the switching nodes gives a nice ~12-13 volt Vdd to common rail above
the lockout threshold for the flying driver's supply nodes and keeps all
the component dissipation low.

https://www.dropbox.com/s/sv5fox0ywcmpypv/Sine.PNG?dl=0

Total miserable nightmare to get working right as a prototype, losing
gate drivers for unknown reason, these chips seem way slower than the
~50n prop delay specified in the datasheet, can't get up to speed. I
don't think this 4120 likes being driven the way it's connected here in
reality and they're dying on me, or I've made an error in the
implementation somewhere i can't readily spot.

Anyway, I hate it, looking for any suggestions or alternate gate-drive
schemes for this, I'd like a cheaper faster and more rugged one, as
someone mentioned I don't really need the ADuM4120's internal
transformer isolation if I could find a good way to level-shift the
incoming logic level drive appropriately to the negative rails the lower
FETs have. Thanks


I can envision a lot of DC circulating in addition to switching
losses.

This will be difficult with mosfets and regular gate drivers, as you
note. You might consider something simpler, like a single mosfet or
SiC fet in a tuned class-C amp. RF stuff. One power part on a heat
sink.

You could probably use some gate drivers, like IXDN602, as the output
device itself if all you need is 5 watts. They are cheap and fast and
handy for a lot more than gate driving.

--

John Larkin Highland Technology, Inc
picosecond timing precision measurement

jlarkin att highlandtechnology dott com
http://www.highlandtechnology.com

John Larkin
Guest

Fri May 01, 2020 8:45 pm   



On Fri, 1 May 2020 15:17:11 -0400, bitrex <user_at_example.net> wrote:

Quote:
On 5/1/2020 2:47 PM, John Larkin wrote:
On Fri, 1 May 2020 14:03:15 -0400, bitrex <user_at_example.net> wrote:

Here's the situation in simplified schematic form, generate a
high-efficiency sine wave at around 3-5MHz putting out about 5 watts
into resistive load:

https://www.dropbox.com/s/tz1zp0d8oy8zkws/IMG_20200501_133832793.jpg?dl=0

Just drive it like two half-bridges with appropriate logic-level
wavaeforms (some dead-time) and if you look at the two switching nodes
together on a plot you get the red/black waveform there under inductor
L1. LC filter it through a coupled inductor. and Bob's your Dad's uncle.
in theory.

First attempt at it on a protoboard:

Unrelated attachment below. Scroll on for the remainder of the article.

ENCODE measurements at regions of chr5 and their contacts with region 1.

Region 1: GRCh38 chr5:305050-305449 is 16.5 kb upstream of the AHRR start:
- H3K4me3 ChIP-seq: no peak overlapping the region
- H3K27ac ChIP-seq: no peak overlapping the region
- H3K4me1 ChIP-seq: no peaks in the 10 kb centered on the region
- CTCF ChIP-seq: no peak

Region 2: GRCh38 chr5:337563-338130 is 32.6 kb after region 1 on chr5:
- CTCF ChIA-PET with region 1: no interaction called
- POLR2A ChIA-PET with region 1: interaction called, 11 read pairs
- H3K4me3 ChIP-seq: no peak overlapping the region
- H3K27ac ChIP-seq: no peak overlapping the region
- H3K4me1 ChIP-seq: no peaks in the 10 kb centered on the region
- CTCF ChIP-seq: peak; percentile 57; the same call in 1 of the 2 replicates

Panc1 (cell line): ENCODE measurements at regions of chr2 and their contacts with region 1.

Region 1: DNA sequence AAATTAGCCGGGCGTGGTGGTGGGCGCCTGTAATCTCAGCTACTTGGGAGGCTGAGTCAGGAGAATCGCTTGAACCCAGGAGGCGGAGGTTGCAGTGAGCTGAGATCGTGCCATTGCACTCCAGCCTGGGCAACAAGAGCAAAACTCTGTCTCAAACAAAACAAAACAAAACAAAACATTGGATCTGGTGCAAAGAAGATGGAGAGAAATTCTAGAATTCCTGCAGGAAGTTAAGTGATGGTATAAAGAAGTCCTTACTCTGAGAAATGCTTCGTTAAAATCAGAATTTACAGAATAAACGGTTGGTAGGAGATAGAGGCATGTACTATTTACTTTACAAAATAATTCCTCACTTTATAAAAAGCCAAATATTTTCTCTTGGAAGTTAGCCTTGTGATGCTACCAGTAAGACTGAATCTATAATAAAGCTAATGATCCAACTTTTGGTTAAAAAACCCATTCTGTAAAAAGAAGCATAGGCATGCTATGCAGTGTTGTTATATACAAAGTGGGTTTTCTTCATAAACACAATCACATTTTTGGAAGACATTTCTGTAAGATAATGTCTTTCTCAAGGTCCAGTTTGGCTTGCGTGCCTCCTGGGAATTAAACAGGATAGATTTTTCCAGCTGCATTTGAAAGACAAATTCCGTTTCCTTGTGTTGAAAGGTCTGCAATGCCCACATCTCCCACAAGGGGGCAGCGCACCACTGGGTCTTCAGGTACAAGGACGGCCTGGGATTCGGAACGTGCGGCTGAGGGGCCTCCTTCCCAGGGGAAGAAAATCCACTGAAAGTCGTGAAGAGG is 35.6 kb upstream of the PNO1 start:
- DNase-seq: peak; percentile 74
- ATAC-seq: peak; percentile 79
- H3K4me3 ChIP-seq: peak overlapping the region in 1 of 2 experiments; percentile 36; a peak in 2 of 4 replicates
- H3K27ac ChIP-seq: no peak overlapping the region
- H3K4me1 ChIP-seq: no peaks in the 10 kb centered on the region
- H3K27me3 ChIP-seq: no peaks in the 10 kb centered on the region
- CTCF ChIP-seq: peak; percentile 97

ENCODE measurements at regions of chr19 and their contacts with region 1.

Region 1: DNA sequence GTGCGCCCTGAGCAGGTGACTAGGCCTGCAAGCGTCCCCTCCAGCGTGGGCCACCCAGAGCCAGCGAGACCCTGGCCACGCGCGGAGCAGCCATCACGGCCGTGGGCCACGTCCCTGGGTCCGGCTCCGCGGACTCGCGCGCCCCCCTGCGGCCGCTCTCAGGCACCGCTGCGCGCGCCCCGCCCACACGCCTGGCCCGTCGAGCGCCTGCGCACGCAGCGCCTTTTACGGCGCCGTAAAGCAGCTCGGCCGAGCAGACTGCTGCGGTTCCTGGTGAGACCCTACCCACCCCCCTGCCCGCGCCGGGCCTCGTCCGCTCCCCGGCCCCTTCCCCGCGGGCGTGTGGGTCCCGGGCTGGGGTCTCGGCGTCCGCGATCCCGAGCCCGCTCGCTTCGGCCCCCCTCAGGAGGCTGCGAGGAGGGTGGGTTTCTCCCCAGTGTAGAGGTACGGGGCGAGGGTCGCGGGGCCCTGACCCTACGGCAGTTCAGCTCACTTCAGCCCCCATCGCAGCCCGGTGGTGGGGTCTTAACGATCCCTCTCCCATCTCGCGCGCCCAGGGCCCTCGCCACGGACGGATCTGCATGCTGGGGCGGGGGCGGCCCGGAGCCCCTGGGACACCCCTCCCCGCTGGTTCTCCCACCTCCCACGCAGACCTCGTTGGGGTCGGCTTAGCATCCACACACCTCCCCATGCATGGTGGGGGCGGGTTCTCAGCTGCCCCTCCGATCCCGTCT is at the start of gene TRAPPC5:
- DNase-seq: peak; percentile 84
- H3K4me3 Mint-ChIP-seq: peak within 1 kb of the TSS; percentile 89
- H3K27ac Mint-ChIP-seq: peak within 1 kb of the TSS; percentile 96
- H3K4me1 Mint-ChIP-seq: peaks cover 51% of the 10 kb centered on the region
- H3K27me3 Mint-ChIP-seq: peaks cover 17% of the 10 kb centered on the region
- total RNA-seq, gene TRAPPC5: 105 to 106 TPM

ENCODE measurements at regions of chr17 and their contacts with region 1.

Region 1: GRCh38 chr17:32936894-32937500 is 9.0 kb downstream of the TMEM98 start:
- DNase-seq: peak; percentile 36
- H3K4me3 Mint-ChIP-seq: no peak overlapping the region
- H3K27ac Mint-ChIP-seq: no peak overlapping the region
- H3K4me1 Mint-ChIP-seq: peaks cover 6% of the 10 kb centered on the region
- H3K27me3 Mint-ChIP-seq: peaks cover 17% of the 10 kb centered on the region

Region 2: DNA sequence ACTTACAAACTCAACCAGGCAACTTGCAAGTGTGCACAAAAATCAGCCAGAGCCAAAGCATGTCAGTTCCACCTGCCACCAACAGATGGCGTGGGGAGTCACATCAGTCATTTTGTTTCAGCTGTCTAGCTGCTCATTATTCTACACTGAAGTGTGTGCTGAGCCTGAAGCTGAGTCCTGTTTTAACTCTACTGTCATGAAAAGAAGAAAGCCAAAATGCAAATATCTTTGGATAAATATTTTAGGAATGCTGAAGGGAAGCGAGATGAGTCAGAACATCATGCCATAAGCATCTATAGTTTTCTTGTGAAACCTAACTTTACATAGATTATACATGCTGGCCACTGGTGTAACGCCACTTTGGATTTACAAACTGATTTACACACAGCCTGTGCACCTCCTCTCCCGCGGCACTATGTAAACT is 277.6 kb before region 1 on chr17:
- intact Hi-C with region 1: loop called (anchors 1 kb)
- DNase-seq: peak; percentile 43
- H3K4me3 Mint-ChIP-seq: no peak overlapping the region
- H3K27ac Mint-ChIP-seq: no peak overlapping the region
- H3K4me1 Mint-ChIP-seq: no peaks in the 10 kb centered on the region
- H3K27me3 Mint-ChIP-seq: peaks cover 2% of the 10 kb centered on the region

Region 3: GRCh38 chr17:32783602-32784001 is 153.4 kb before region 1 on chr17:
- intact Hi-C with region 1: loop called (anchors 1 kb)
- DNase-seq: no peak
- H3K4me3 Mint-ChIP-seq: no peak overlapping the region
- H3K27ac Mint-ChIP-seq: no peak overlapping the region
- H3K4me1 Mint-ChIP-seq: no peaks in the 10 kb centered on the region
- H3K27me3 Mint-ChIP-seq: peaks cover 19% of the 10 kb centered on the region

https://www.dropbox.com/s/1n69o0yzhd2rbpk/Schem.PNG?dl=0

"it looks great in the sim" and the connection of the boost diodes to
the switching nodes gives a nice ~12-13 volt Vdd to common rail above
the lockout threshold for the flying driver's supply nodes and keeps all
the component dissipation low.

https://www.dropbox.com/s/sv5fox0ywcmpypv/Sine.PNG?dl=0

Total miserable nightmare to get working right as a prototype, losing
gate drivers for unknown reason, these chips seem way slower than the
~50n prop delay specified in the datasheet, can't get up to speed. I
don't think this 4120 likes being driven the way it's connected here in
reality and they're dying on me, or I've made an error in the
implementation somewhere i can't readily spot.

Anyway, I hate it, looking for any suggestions or alternate gate-drive
schemes for this, I'd like a cheaper faster and more rugged one, as
someone mentioned I don't really need the ADuM4120's internal
transformer isolation if I could find a good way to level-shift the
incoming logic level drive appropriately to the negative rails the lower
FETs have. Thanks

I can envision a lot of DC circulating in addition to switching
losses.

I think the flying-diode connection to the opposing switching nodes
helps there with negative feedback. If one side develops a DC-offset the
boost gate-drive voltage on the opposing side increases or decreases to
push it back


Or add a capacitor!

--

John Larkin Highland Technology, Inc
picosecond timing precision measurement

jlarkin att highlandtechnology dott com
http://www.highlandtechnology.com

John Larkin
Guest

Fri May 01, 2020 9:45 pm   



On Fri, 1 May 2020 15:45:45 -0400, bitrex <user_at_example.net> wrote:

Quote:
On 5/1/2020 3:40 PM, John Larkin wrote:
On Fri, 1 May 2020 15:17:11 -0400, bitrex <user_at_example.net> wrote:

On 5/1/2020 2:47 PM, John Larkin wrote:
On Fri, 1 May 2020 14:03:15 -0400, bitrex <user_at_example.net> wrote:

Here's the situation in simplified schematic form, generate a
high-efficiency sine wave at around 3-5MHz putting out about 5 watts
into resistive load:

https://www.dropbox.com/s/tz1zp0d8oy8zkws/IMG_20200501_133832793.jpg?dl=0

Just drive it like two half-bridges with appropriate logic-level
wavaeforms (some dead-time) and if you look at the two switching nodes
together on a plot you get the red/black waveform there under inductor